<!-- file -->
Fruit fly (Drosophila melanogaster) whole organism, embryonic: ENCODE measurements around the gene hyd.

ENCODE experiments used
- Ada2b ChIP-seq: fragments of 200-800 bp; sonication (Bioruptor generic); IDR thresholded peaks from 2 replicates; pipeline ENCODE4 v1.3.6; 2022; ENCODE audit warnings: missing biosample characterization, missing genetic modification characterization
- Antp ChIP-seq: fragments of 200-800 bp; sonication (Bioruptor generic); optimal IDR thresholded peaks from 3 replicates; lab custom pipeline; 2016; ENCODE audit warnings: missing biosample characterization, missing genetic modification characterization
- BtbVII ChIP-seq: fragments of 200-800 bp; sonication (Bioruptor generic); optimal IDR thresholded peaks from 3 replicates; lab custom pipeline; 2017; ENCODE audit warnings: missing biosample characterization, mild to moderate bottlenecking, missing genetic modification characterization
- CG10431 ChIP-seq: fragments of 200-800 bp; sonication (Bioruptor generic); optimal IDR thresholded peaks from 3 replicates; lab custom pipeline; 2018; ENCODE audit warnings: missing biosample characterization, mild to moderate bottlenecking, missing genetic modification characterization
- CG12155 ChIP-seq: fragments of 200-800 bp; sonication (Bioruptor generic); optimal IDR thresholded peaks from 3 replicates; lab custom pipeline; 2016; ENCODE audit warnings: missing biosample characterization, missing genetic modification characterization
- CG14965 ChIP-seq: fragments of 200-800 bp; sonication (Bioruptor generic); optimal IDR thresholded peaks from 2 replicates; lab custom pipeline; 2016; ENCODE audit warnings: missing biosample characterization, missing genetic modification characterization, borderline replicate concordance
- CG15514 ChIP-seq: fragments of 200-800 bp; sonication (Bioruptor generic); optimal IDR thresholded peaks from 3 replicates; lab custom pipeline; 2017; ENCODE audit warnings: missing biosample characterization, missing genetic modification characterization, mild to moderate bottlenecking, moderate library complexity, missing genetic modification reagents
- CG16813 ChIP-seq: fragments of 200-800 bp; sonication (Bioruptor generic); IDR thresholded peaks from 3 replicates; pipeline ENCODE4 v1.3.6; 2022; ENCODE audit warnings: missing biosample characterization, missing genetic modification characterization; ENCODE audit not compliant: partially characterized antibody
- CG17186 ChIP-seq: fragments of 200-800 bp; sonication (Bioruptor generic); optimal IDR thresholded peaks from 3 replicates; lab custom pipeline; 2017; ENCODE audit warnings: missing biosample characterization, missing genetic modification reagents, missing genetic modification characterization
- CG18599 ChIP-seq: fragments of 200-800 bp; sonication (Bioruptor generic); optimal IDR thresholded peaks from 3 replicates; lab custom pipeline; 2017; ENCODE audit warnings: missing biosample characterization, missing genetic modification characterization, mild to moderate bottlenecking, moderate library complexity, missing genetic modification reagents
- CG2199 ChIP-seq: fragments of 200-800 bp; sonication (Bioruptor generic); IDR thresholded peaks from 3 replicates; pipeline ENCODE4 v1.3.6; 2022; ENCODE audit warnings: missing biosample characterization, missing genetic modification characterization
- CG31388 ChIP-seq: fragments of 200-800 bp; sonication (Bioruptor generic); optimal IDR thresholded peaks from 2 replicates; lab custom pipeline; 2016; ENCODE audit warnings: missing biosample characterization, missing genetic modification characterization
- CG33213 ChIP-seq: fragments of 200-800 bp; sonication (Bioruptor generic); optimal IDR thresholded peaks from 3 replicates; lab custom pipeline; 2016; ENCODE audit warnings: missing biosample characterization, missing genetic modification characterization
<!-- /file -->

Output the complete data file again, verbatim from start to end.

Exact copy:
Fruit fly (Drosophila melanogaster) whole organism, embryonic: ENCODE measurements around the gene hyd.

ENCODE experiments used
- Ada2b ChIP-seq: fragments of 200-800 bp; sonication (Bioruptor generic); IDR thresholded peaks from 2 replicates; pipeline ENCODE4 v1.3.6; 2022; ENCODE audit warnings: missing biosample characterization, missing genetic modification characterization
- Antp ChIP-seq: fragments of 200-800 bp; sonication (Bioruptor generic); optimal IDR thresholded peaks from 3 replicates; lab custom pipeline; 2016; ENCODE audit warnings: missing biosample characterization, missing genetic modification characterization
- BtbVII ChIP-seq: fragments of 200-800 bp; sonication (Bioruptor generic); optimal IDR thresholded peaks from 3 replicates; lab custom pipeline; 2017; ENCODE audit warnings: missing biosample characterization, mild to moderate bottlenecking, missing genetic modification characterization
- CG10431 ChIP-seq: fragments of 200-800 bp; sonication (Bioruptor generic); optimal IDR thresholded peaks from 3 replicates; lab custom pipeline; 2018; ENCODE audit warnings: missing biosample characterization, mild to moderate bottlenecking, missing genetic modification characterization
- CG12155 ChIP-seq: fragments of 200-800 bp; sonication (Bioruptor generic); optimal IDR thresholded peaks from 3 replicates; lab custom pipeline; 2016; ENCODE audit warnings: missing biosample characterization, missing genetic modification characterization
- CG14965 ChIP-seq: fragments of 200-800 bp; sonication (Bioruptor generic); optimal IDR thresholded peaks from 2 replicates; lab custom pipeline; 2016; ENCODE audit warnings: missing biosample characterization, missing genetic modification characterization, borderline replicate concordance
- CG15514 ChIP-seq: fragments of 200-800 bp; sonication (Bioruptor generic); optimal IDR thresholded peaks from 3 replicates; lab custom pipeline; 2017; ENCODE audit warnings: missing biosample characterization, missing genetic modification characterization, mild to moderate bottlenecking, moderate library complexity, missing genetic modification reagents
- CG16813 ChIP-seq: fragments of 200-800 bp; sonication (Bioruptor generic); IDR thresholded peaks from 3 replicates; pipeline ENCODE4 v1.3.6; 2022; ENCODE audit warnings: missing biosample characterization, missing genetic modification characterization; ENCODE audit not compliant: partially characterized antibody
- CG17186 ChIP-seq: fragments of 200-800 bp; sonication (Bioruptor generic); optimal IDR thresholded peaks from 3 replicates; lab custom pipeline; 2017; ENCODE audit warnings: missing biosample characterization, missing genetic modification reagents, missing genetic modification characterization
- CG18599 ChIP-seq: fragments of 200-800 bp; sonication (Bioruptor generic); optimal IDR thresholded peaks from 3 replicates; lab custom pipeline; 2017; ENCODE audit warnings: missing biosample characterization, missing genetic modification characterization, mild to moderate bottlenecking, moderate library complexity, missing genetic modification reagents
- CG2199 ChIP-seq: fragments of 200-800 bp; sonication (Bioruptor generic); IDR thresholded peaks from 3 replicates; pipeline ENCODE4 v1.3.6; 2022; ENCODE audit warnings: missing biosample characterization, missing genetic modification characterization
- CG31388 ChIP-seq: fragments of 200-800 bp; sonication (Bioruptor generic); optimal IDR thresholded peaks from 2 replicates; lab custom pipeline; 2016; ENCODE audit warnings: missing biosample characterization, missing genetic modification characterization
- CG33213 ChIP-seq: fragments of 200-800 bp; sonication (Bioruptor generic); optimal IDR thresholded peaks from 3 replicates; lab custom pipeline; 2016; ENCODE audit warnings: missing biosample characterization, missing genetic modification characterization